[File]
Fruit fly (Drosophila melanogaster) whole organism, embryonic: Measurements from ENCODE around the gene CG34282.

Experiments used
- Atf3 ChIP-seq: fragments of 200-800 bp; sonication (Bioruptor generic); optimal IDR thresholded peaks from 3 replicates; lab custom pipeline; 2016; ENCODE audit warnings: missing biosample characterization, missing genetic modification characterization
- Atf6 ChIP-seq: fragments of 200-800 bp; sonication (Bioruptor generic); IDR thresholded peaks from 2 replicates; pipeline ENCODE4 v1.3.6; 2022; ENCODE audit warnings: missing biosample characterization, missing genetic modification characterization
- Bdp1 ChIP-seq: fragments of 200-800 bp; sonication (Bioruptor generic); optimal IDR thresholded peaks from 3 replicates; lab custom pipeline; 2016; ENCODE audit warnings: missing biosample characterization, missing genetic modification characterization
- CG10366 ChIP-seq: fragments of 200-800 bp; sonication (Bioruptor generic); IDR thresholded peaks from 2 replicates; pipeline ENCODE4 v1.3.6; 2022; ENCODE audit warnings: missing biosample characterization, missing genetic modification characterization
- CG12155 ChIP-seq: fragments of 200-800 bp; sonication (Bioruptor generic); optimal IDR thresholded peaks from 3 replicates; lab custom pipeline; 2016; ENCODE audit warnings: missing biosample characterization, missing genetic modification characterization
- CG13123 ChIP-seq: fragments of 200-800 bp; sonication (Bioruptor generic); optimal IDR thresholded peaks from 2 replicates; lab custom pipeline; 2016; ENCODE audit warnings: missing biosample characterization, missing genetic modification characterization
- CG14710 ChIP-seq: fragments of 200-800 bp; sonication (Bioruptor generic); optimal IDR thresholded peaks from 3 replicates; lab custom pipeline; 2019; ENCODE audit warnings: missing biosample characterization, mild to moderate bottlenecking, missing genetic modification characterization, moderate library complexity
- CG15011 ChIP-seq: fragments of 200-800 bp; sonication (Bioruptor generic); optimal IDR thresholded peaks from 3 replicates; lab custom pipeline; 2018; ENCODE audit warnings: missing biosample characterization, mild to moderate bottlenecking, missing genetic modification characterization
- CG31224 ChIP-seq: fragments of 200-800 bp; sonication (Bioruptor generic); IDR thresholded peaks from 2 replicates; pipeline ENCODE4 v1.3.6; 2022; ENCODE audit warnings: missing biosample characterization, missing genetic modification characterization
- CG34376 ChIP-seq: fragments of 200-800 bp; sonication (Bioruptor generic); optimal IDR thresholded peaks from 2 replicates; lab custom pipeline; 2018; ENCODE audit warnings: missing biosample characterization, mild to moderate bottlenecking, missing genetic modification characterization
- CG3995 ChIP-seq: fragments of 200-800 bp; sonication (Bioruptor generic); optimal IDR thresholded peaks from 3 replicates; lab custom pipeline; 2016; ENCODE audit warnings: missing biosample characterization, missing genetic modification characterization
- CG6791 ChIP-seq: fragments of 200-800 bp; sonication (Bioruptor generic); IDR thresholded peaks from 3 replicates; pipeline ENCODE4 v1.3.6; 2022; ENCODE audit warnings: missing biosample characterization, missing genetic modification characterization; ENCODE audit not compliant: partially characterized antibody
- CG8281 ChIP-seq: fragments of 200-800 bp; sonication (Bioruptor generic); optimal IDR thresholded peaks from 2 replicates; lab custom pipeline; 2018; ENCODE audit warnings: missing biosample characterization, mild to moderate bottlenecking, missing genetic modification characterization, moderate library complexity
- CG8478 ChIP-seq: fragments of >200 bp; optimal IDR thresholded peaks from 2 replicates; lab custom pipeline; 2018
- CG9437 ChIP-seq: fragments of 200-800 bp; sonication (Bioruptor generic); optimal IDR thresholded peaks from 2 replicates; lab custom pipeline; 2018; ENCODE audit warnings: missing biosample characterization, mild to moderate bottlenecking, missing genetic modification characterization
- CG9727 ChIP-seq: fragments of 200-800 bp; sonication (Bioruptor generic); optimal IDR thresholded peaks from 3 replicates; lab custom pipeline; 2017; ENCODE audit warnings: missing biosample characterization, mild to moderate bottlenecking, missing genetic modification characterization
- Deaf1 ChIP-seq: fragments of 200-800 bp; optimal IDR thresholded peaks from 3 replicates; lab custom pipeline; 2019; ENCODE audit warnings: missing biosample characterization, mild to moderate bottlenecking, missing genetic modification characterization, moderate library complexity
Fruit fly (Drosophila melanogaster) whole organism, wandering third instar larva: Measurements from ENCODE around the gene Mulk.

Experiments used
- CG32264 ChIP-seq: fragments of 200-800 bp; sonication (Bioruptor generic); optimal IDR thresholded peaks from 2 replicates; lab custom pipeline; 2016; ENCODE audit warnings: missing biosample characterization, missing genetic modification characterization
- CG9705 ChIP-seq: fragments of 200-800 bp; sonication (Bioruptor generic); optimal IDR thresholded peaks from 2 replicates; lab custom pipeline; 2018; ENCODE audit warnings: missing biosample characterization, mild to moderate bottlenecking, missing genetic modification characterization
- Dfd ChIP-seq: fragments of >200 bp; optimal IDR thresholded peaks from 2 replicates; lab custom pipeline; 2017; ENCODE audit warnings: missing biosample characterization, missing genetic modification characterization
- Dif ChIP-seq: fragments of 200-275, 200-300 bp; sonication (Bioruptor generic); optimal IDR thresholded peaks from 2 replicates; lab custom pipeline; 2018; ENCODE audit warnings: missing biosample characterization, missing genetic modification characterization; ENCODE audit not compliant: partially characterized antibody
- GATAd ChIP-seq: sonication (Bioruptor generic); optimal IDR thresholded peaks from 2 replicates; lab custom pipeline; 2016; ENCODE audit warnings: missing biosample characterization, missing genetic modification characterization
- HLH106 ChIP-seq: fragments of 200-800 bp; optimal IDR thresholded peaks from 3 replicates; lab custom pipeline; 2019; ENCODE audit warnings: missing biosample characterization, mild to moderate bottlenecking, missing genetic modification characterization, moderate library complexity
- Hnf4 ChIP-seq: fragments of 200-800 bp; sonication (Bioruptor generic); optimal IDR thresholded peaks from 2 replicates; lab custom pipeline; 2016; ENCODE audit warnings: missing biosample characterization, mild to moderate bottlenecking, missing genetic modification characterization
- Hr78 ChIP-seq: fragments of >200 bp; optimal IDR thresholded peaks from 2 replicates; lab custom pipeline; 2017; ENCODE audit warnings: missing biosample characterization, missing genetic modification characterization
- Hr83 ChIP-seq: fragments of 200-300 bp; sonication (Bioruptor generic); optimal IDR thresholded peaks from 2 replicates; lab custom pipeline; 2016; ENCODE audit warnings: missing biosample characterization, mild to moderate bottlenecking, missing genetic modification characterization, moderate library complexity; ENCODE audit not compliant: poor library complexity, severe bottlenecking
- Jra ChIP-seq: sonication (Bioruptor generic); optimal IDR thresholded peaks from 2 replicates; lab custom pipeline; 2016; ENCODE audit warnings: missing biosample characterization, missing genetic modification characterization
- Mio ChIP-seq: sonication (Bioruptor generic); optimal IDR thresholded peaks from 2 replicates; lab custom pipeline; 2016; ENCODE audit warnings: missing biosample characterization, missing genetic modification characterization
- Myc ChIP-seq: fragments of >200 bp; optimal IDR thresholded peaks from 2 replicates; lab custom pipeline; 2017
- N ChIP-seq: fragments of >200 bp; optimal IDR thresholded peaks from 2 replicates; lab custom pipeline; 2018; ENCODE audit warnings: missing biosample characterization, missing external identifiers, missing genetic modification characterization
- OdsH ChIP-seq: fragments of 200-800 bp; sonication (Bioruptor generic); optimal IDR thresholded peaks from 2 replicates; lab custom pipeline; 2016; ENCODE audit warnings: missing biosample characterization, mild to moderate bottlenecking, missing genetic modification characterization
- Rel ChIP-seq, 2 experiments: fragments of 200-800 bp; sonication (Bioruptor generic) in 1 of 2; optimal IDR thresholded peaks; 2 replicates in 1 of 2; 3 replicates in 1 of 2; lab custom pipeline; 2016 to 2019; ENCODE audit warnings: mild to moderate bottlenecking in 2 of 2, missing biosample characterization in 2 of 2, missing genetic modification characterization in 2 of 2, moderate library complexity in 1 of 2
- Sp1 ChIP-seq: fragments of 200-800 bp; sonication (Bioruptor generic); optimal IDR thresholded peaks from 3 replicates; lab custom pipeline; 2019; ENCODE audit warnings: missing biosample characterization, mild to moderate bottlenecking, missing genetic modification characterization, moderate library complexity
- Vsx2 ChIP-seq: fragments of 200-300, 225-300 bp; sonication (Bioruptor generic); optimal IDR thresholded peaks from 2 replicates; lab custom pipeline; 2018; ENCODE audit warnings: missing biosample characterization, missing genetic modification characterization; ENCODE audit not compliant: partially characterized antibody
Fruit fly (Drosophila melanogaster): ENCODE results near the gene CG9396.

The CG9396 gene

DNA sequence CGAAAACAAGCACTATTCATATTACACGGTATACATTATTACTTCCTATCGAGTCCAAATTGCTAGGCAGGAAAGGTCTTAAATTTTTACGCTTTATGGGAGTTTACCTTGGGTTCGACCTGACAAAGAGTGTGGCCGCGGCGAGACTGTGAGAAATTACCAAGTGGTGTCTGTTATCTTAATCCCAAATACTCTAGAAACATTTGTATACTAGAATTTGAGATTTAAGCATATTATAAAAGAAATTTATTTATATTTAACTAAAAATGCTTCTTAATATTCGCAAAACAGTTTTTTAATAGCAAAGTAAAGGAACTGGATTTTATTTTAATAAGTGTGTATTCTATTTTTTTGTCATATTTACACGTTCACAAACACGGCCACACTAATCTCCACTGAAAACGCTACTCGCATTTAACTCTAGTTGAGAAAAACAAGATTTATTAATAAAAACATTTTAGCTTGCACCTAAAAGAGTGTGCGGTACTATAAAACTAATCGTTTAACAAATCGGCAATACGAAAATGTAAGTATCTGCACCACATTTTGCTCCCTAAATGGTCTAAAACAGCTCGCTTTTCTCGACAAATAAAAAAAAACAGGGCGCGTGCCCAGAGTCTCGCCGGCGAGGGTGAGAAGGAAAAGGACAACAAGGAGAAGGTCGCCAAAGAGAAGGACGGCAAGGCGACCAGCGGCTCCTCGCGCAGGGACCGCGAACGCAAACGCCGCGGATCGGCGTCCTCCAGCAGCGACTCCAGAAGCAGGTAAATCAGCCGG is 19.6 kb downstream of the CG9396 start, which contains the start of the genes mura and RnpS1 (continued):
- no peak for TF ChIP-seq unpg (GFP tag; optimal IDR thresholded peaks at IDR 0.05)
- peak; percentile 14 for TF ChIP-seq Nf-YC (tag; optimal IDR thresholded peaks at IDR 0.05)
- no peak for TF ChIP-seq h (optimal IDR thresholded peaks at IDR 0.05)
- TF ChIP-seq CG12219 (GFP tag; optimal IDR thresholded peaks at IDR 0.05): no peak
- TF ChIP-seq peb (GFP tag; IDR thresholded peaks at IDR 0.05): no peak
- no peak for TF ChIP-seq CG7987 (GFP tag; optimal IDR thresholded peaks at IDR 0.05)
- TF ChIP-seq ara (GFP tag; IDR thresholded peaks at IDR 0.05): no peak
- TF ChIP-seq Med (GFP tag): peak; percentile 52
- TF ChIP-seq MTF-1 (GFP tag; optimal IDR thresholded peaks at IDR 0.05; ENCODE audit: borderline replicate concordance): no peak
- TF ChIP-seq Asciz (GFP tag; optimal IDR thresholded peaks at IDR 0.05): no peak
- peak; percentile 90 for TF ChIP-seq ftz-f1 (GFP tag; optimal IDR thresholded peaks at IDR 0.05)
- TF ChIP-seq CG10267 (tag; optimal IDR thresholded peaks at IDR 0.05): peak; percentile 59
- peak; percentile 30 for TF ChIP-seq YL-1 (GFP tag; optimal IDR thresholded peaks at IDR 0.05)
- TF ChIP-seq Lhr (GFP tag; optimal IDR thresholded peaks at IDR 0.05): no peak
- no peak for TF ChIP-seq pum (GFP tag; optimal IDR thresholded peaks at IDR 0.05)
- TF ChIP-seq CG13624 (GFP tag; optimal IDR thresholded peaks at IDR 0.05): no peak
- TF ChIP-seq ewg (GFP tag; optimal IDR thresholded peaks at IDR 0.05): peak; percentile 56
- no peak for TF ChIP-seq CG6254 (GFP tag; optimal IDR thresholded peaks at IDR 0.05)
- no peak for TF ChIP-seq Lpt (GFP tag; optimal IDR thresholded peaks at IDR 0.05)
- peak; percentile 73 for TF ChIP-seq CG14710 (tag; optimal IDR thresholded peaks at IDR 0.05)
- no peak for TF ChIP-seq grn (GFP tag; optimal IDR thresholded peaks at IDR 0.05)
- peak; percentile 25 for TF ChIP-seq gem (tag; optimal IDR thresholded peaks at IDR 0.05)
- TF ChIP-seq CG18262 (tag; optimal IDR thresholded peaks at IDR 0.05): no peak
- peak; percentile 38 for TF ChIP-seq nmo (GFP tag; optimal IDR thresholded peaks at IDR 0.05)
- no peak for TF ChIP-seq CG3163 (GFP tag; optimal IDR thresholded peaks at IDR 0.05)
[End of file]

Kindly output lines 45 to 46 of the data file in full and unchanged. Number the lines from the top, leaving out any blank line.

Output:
- TF ChIP-seq CG12219 (GFP tag; optimal IDR thresholded peaks at IDR 0.05): no peak
- TF ChIP-seq peb (GFP tag; IDR thresholded peaks at IDR 0.05): no peak